In the early days of the Cloud, some predicted that while certain HR functions — talent acquisition, for example — would be well-suited for the medium, security concerns and the desire for customization (especially among large companies) meant that core HR functions would continue to reside in on-premise solutions. That’s turned out not to be the case, as evidenced by PwC’s latest Annual HR Technology Survey, which finds that 44 percent of organizations have moved their core HR functions to the Cloud (aka Software as a Service) and an additional 30 percent plan to do so within the next one to three years.
“Moving HR to the Cloud is a question of when, not if,” says Dan Staley, a PwC principal who leads the HR technology practice.
For many organizations, however, the move has included some turbulence: More than half of the 650 companies surveyed say their organization’s “lack of readiness to give up customization and embrace the SaaS mindset” was a major stumbling block during implementation.
“Letting go of customization causes some angst for companies — they think they can do everything that they could do with their old, customized on-premise software but then find out they can’t,” says Staley.
The comparatively rapid pace of SaaS updates — patches that are released every month, new releases every six months — also takes some getting used to for organizations accustomed to on-premise updates that took place every three to four years, he says.
The study also finds that although transitioning to the Cloud makes it easier organizations to deploy mobile solutions — primarily because many Cloud vendors offer robust mobile apps to go along with their products, says Staley — many companies are failing to realize mobile’s full HR potential. For example, although 59 percent of respondents say it would be beneficial for managers and employees to use their mobile devices for performance feedback, only 18 percent of companies actually use mobile for their performance-management processes.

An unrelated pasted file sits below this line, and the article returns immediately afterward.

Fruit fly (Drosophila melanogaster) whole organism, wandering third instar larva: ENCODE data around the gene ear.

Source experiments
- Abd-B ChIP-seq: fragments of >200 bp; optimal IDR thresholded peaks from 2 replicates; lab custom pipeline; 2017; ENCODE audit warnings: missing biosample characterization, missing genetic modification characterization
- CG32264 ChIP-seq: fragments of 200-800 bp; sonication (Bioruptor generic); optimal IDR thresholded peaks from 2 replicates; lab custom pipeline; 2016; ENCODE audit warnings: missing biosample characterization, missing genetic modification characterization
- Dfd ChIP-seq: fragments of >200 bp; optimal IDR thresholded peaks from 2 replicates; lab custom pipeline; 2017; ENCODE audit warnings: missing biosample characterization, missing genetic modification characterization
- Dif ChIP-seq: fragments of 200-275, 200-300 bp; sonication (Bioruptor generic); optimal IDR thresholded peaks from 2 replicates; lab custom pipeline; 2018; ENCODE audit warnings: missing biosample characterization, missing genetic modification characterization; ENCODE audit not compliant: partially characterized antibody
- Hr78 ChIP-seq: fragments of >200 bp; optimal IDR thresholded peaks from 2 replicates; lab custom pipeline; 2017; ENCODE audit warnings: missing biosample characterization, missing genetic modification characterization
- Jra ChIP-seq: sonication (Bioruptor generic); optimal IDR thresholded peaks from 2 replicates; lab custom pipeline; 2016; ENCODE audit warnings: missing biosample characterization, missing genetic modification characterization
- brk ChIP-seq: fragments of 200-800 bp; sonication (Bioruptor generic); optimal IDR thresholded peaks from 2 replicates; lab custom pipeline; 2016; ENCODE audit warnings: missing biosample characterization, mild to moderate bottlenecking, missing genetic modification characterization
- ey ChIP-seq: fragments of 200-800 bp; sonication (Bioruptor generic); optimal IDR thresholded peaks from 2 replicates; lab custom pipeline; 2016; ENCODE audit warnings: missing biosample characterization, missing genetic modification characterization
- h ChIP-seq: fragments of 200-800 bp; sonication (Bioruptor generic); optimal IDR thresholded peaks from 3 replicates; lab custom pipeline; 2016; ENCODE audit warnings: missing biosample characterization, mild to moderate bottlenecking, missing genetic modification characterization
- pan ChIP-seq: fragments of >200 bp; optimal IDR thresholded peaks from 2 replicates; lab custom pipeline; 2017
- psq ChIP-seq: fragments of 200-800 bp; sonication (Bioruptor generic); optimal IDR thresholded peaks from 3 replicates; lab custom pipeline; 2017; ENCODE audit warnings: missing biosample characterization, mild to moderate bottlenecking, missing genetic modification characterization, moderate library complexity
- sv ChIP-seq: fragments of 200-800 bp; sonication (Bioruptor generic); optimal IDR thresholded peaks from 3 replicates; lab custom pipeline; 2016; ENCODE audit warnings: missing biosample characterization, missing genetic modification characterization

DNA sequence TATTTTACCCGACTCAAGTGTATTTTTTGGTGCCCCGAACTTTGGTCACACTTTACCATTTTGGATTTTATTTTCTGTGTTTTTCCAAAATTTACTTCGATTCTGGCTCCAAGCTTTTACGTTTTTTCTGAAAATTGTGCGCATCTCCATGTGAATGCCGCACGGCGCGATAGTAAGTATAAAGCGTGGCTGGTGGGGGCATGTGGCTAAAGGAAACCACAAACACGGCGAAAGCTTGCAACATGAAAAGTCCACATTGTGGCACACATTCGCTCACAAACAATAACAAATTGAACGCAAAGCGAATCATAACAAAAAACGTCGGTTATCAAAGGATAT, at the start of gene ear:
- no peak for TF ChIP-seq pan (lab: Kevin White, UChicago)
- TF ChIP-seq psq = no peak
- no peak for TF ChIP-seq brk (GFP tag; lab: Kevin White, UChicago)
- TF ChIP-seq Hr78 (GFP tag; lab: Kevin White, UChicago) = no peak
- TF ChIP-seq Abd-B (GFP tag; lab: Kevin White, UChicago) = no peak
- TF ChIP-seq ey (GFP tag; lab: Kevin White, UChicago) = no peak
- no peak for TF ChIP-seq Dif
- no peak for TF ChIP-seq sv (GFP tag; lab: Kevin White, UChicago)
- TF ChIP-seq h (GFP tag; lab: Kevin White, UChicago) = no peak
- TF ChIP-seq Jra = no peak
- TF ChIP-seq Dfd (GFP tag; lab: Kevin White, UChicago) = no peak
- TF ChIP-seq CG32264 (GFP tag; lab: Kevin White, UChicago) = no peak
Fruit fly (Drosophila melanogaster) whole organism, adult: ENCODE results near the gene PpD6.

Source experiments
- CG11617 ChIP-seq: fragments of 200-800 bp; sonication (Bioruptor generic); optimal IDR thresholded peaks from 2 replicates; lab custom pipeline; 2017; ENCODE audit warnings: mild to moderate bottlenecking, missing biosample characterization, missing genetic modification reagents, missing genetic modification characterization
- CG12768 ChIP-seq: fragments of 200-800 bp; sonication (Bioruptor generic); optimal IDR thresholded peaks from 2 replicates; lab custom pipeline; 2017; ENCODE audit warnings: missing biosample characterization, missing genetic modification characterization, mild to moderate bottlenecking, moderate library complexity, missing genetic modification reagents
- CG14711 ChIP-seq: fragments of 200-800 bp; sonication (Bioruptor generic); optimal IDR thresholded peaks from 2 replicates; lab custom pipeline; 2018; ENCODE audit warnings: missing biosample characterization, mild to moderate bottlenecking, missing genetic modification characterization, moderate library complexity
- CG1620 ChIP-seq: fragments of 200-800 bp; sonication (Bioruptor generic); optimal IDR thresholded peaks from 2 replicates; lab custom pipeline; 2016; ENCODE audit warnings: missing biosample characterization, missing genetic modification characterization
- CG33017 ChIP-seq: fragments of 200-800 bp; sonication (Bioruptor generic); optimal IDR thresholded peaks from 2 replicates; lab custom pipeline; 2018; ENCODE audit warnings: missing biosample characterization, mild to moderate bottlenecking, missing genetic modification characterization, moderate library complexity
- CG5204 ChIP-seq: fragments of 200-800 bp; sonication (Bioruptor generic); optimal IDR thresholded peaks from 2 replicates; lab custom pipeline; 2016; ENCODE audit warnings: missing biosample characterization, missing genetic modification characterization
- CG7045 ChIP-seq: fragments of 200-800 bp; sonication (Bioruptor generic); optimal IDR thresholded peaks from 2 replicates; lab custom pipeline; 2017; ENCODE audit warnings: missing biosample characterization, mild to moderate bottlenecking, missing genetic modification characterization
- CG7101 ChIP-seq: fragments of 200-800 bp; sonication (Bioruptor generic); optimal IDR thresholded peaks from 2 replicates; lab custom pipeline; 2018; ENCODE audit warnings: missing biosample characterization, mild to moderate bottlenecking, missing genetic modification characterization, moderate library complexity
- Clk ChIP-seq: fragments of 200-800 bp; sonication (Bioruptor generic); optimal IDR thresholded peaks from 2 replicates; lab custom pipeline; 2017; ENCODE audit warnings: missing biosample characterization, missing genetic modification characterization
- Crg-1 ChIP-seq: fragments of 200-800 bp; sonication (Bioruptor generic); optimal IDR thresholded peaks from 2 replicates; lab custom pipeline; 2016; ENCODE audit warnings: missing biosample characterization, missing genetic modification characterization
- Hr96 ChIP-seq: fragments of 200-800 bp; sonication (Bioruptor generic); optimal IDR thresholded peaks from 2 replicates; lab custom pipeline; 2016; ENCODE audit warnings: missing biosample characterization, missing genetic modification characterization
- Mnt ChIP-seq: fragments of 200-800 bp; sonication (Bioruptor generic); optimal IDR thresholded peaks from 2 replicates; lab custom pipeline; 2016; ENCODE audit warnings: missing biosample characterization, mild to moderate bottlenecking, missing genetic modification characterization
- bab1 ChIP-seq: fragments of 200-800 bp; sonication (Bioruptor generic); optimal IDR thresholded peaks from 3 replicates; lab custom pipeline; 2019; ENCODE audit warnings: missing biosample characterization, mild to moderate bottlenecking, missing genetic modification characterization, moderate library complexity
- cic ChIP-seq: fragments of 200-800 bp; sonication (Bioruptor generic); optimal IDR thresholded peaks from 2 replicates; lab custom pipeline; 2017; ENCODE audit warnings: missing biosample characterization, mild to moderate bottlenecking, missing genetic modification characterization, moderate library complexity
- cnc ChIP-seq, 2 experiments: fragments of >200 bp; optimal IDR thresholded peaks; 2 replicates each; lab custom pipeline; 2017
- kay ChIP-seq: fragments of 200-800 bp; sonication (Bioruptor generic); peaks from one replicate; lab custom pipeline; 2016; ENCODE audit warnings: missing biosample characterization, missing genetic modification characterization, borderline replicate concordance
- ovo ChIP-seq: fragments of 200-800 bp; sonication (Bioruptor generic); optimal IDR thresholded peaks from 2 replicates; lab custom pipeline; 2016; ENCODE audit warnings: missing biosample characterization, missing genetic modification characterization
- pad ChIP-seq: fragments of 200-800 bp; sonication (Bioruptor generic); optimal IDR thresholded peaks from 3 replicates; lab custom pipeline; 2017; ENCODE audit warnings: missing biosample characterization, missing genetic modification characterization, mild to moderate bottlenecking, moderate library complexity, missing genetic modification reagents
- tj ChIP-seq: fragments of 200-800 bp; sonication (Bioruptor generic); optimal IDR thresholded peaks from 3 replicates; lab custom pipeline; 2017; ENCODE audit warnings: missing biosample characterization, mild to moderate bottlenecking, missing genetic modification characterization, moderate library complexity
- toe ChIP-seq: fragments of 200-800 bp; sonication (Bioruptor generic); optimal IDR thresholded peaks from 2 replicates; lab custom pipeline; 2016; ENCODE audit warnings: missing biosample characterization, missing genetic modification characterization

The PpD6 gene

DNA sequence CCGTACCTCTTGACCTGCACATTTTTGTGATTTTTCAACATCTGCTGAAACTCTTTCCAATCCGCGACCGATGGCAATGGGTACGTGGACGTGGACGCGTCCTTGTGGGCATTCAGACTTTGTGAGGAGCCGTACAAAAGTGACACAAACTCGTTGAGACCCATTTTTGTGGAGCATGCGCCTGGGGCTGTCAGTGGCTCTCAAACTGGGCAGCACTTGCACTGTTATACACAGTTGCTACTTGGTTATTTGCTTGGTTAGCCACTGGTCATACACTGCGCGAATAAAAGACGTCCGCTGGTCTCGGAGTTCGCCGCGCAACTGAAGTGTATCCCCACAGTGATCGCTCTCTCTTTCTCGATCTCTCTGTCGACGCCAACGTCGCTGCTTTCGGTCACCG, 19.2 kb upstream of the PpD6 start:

“Mobile is being more widely used, but organizations have got to take a ‘why not mobile’ approach to most of what they do — the capabilities are there, but they have to deploy it,” says Staley. “It hasn’t happened as quickly as it needs to.”
HR departments have moved relatively quickly in embracing mobile, he says. Two years ago, only 30 percent of survey respondents said they utilized mobile for HR-related tasks; this year’s survey finds that 70 percent do. Still, says Staley, much of that includes transactional work such as workflow and timesheet approval.
Companies have also failed to devote the necessary resources for taking full advantage of data analytics — even though they consistently say it’s very important to them, says Staley.
“I’m a little surprised — organizations prioritize analytics, but we found that 52 percent don’t have a dedicated HR analytics team and 44 percent don’t have an HR analytics strategy,” he says. “They desperately want the insights from predictive analytics but aren’t doing what they need to do to get there.”